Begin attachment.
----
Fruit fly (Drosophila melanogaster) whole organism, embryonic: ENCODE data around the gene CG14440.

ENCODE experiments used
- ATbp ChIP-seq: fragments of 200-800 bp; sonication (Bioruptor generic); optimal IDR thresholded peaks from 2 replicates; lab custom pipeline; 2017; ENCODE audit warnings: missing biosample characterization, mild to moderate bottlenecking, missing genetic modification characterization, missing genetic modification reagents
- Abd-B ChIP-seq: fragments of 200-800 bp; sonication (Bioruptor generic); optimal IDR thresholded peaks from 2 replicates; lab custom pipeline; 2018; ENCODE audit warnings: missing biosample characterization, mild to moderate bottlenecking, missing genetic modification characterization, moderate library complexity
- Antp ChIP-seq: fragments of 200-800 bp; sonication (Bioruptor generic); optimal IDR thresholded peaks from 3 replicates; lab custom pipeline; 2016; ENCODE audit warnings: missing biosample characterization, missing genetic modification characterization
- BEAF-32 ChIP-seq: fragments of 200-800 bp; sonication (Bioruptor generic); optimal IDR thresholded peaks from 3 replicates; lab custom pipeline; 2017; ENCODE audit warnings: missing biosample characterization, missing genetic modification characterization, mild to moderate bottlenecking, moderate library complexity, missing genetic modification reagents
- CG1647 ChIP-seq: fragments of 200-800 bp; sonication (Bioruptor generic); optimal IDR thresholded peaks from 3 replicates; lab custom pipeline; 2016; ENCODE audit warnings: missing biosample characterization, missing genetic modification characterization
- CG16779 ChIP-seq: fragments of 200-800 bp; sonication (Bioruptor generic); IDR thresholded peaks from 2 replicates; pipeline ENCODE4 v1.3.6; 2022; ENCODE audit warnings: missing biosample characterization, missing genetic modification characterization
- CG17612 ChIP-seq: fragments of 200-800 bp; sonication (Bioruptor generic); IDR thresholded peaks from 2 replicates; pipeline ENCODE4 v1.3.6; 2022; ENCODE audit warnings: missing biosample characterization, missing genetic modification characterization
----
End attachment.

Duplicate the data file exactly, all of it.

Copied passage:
Fruit fly (Drosophila melanogaster) whole organism, embryonic: ENCODE data around the gene CG14440.

ENCODE experiments used
- ATbp ChIP-seq: fragments of 200-800 bp; sonication (Bioruptor generic); optimal IDR thresholded peaks from 2 replicates; lab custom pipeline; 2017; ENCODE audit warnings: missing biosample characterization, mild to moderate bottlenecking, missing genetic modification characterization, missing genetic modification reagents
- Abd-B ChIP-seq: fragments of 200-800 bp; sonication (Bioruptor generic); optimal IDR thresholded peaks from 2 replicates; lab custom pipeline; 2018; ENCODE audit warnings: missing biosample characterization, mild to moderate bottlenecking, missing genetic modification characterization, moderate library complexity
- Antp ChIP-seq: fragments of 200-800 bp; sonication (Bioruptor generic); optimal IDR thresholded peaks from 3 replicates; lab custom pipeline; 2016; ENCODE audit warnings: missing biosample characterization, missing genetic modification characterization
- BEAF-32 ChIP-seq: fragments of 200-800 bp; sonication (Bioruptor generic); optimal IDR thresholded peaks from 3 replicates; lab custom pipeline; 2017; ENCODE audit warnings: missing biosample characterization, missing genetic modification characterization, mild to moderate bottlenecking, moderate library complexity, missing genetic modification reagents
- CG1647 ChIP-seq: fragments of 200-800 bp; sonication (Bioruptor generic); optimal IDR thresholded peaks from 3 replicates; lab custom pipeline; 2016; ENCODE audit warnings: missing biosample characterization, missing genetic modification characterization
- CG16779 ChIP-seq: fragments of 200-800 bp; sonication (Bioruptor generic); IDR thresholded peaks from 2 replicates; pipeline ENCODE4 v1.3.6; 2022; ENCODE audit warnings: missing biosample characterization, missing genetic modification characterization
- CG17612 ChIP-seq: fragments of 200-800 bp; sonication (Bioruptor generic); IDR thresholded peaks from 2 replicates; pipeline ENCODE4 v1.3.6; 2022; ENCODE audit warnings: missing biosample characterization, missing genetic modification characterization